and they are not about to stop now.
a wide range of new programs," said Krause, " including
a complete pesticide applicator course that can take the place of
a week of classroom instruction, a graphic tutorial on beneficial
lawn care, and a complete environmental audit and risk assessment
under development include a complete course in childrens environmental
health, a survey of the upper Mississippi basin with 3-dimensional
"flyunders" of the river, and home pesticide management
for the inner city, according to Krause.
program under development may be a "killer" application..
Its a free Internet-based universal planning engine. "We
have already completed its Phase I," Krause said. "It
will allow any small community planner to do things in an hour that
would have taken months of work a decade ago."
Going Where No Agency Has Gone Before
from the public to the Software for Environmental Awareness project
has been overwhelming. Why is this particular government effort
a huge success?
The folks at
EPA and Purdue who developed this project are passionate about their
work. They have one overriding vision to give people free
environmental products they need and can use.
They are succeeding.
Other agencies can learn from their passion, their focus on people,
their use of technology and change government forever.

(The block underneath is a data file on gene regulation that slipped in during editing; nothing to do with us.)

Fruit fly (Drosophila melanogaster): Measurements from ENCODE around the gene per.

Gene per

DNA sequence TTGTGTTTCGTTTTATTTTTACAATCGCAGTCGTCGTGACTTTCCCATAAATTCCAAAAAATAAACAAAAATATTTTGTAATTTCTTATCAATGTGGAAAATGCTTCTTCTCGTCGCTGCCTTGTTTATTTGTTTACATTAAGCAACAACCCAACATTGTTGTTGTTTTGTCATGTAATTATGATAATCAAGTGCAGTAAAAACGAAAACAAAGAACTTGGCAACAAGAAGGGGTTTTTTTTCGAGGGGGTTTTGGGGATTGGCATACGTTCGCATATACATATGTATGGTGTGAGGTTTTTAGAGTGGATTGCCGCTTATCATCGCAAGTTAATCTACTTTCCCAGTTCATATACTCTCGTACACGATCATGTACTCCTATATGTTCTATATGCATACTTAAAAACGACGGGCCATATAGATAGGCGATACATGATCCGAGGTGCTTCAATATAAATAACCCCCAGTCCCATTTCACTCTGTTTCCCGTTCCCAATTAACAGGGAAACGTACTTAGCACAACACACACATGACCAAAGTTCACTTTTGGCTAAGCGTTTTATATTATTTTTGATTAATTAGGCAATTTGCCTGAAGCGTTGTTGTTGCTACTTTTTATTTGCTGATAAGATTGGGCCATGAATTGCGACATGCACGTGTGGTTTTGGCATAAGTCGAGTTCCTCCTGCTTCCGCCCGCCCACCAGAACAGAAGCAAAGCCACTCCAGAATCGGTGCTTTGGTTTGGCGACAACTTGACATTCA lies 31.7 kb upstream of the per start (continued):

You can visit
the Software for Environmental
Awareness Website: for further information and to download the
You may also
contact Alfred Krause at USEPA Region 5, 77 W. Jackson Blvd., P-19J,
Chicago, IL 60604-3590. E-mail: email@example.com;
phone: (312) 353-5787; fax: (312) 353-3433.
is an attorney and free lance writer with assignments in federal
agencies in the Washington, DC area. She is an associate member
of the Federal Communicators Network
and the Plain Language Action
Network. You may reach her at firstname.lastname@example.org
or (703) 553-9110.
I would like to thank all of the contributors to this article
for their information and cooperation and contributions: Interview
Participants: Michael H. Bland, Alfred E. Krause, Glynis M. Zywicki,
Ethel L. Crisp, Christine J. Urban (EPA) and Don D. Jones, Ph.D.
and the students at Purdue University.